Sweden plans laws to allow more nuclear power plant construction
By Neil Gerrard11 January 2023
Swedish Prime Minister Ulf Kristersson has set out plans for new legislation that would allow Sweden to build more nuclear power stations.
The country has six nuclear power stations, which together produce around 40% of its energy. Much of the rest of comes from hydroelectric power (45%), alongside other renewable sources.
It began phasing out nuclear power in 1980, closing two reactors (Ringhals 1&2) in 2020 and 2019. Sweden isn’t reliant on gas for its power generation but has still seen energy prices rise amid increased demand as a result of the war in Ukraine.
Now the government wants to pass new legislation, as early as March 2024, to allow the construction of new reactors.
“We have an obvious need for more electricity production in Sweden. What we are doing today is changing legislation to allow for the construction of more nuclear reactors at more places,” Kristersson told a news conference, according to Reuters.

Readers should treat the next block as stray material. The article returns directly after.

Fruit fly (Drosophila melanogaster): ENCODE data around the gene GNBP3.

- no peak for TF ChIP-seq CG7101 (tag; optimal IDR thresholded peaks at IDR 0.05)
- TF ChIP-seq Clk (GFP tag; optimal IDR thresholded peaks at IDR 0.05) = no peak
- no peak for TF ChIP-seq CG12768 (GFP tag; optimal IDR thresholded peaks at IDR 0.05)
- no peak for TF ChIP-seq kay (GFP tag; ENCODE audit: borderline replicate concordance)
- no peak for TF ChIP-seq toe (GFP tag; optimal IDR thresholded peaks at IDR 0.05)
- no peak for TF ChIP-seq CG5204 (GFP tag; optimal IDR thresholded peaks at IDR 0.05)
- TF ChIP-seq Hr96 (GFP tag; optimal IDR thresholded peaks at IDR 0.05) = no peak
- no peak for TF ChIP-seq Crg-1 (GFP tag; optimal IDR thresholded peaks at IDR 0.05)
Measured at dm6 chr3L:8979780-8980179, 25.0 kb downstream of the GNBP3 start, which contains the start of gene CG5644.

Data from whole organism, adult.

Small modular reactors
The country is also examining the potential of small modular reactors (SMRs). Late last year, energy companies Fortum and Swedish Kärnfull Next signed a memorandum of understanding to explore opportunities for SMRs in the country. The deal is part of Fortum’s two-year feasibility study into new nuclear in both Sweden and Finland.
Fortum said that the schedule for the first SMR in Sweden depends on progress in permits, licensing. It is also reliant on legislation regarding the location and number of reactors in operation.
Laurent Leveugle, head of Fortum’s Newbuild Feasibility Study, said, “SMRs can provide both industry and municipalities with predictable and fossil-free electricity, heat and hydrogen. Together with new wind power, new nuclear will be a crucial piece of the climate transition puzzle.”